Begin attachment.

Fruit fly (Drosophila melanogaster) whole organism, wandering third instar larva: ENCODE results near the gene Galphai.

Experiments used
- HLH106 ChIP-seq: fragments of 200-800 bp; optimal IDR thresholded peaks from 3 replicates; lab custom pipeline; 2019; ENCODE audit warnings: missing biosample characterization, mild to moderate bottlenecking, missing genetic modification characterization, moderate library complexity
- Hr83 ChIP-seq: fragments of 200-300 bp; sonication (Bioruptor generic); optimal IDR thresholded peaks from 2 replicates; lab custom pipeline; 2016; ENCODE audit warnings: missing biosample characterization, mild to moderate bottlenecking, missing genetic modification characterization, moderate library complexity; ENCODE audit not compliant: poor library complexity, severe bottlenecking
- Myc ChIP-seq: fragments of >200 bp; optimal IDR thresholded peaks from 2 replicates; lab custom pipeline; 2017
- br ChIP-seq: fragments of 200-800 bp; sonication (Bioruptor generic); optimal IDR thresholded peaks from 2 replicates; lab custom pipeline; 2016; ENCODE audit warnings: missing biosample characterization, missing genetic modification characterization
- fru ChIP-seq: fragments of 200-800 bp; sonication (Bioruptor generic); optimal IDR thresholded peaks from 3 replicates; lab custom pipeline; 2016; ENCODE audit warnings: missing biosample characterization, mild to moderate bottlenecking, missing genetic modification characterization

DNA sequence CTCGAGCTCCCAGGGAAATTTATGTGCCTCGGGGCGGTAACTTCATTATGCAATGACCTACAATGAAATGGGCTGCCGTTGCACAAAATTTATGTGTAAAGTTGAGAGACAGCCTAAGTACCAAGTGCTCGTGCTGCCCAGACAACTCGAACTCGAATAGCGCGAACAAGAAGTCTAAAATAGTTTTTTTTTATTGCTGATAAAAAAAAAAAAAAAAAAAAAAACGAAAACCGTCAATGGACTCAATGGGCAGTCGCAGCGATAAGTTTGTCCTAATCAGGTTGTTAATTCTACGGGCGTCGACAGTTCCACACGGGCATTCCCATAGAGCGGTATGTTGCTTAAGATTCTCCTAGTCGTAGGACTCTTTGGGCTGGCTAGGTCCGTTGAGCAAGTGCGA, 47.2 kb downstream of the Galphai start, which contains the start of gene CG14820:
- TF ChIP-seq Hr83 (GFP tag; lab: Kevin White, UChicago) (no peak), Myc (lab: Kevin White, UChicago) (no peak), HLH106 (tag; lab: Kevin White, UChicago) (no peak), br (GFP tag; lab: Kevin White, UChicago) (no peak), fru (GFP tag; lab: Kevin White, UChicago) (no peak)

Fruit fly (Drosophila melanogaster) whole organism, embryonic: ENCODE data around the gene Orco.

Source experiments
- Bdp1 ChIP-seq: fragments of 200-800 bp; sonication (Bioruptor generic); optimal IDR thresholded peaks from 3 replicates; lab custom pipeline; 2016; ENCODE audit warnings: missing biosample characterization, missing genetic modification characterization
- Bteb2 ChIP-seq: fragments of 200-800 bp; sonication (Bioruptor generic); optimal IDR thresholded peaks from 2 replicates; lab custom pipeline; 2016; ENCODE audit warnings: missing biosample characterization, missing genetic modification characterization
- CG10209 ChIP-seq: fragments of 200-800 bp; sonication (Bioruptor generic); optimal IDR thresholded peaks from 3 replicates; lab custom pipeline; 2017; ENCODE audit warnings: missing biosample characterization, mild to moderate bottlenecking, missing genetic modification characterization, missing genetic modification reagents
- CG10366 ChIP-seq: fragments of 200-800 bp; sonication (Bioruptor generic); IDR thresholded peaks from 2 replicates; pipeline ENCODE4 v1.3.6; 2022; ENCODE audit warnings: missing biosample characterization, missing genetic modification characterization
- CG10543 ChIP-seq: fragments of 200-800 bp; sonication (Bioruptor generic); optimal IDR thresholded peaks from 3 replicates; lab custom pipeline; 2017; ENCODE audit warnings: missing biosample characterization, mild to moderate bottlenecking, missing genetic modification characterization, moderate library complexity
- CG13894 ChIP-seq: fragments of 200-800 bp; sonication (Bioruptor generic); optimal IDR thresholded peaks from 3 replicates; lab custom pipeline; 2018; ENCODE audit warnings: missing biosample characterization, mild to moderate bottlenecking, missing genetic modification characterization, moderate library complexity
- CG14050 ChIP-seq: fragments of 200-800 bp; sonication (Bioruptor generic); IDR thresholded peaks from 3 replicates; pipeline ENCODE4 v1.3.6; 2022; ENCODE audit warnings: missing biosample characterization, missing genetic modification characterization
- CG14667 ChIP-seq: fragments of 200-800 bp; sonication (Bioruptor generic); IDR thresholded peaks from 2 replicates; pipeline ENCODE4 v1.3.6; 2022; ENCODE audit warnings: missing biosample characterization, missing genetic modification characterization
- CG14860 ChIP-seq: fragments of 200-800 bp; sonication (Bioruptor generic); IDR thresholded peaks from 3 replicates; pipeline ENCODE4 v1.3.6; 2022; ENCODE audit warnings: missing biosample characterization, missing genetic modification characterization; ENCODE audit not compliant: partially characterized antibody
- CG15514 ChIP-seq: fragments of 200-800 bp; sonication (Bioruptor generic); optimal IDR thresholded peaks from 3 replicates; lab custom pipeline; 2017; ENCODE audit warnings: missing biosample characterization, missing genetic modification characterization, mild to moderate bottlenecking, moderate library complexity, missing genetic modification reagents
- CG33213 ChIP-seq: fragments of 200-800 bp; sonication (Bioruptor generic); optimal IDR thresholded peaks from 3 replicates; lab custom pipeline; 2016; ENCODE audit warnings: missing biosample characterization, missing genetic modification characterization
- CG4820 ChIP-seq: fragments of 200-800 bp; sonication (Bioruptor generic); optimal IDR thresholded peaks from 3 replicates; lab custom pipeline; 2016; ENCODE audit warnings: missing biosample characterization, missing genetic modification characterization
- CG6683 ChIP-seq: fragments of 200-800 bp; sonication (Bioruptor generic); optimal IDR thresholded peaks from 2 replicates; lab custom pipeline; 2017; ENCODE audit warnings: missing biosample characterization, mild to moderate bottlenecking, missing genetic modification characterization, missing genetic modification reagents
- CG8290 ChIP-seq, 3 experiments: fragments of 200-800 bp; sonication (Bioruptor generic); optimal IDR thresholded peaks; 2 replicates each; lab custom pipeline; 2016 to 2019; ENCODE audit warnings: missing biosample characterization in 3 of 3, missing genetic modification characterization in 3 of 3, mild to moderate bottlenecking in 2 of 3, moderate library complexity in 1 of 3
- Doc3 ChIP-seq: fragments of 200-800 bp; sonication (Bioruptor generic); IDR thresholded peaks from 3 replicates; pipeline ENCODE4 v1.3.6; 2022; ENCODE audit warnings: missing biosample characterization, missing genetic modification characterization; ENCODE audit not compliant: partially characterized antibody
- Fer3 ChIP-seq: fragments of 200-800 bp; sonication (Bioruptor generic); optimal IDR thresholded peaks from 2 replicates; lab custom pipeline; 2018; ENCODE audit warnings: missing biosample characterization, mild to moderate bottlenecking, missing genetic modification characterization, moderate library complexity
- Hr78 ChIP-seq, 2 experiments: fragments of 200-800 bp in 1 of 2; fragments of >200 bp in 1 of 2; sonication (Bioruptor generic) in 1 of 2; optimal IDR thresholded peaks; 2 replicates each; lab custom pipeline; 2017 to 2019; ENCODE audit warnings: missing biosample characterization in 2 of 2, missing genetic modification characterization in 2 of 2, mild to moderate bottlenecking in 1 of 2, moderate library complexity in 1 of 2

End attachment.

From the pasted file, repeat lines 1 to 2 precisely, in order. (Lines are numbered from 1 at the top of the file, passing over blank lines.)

Fruit fly (Drosophila melanogaster) whole organism, wandering third instar larva: ENCODE results near the gene Galphai.

Experiments used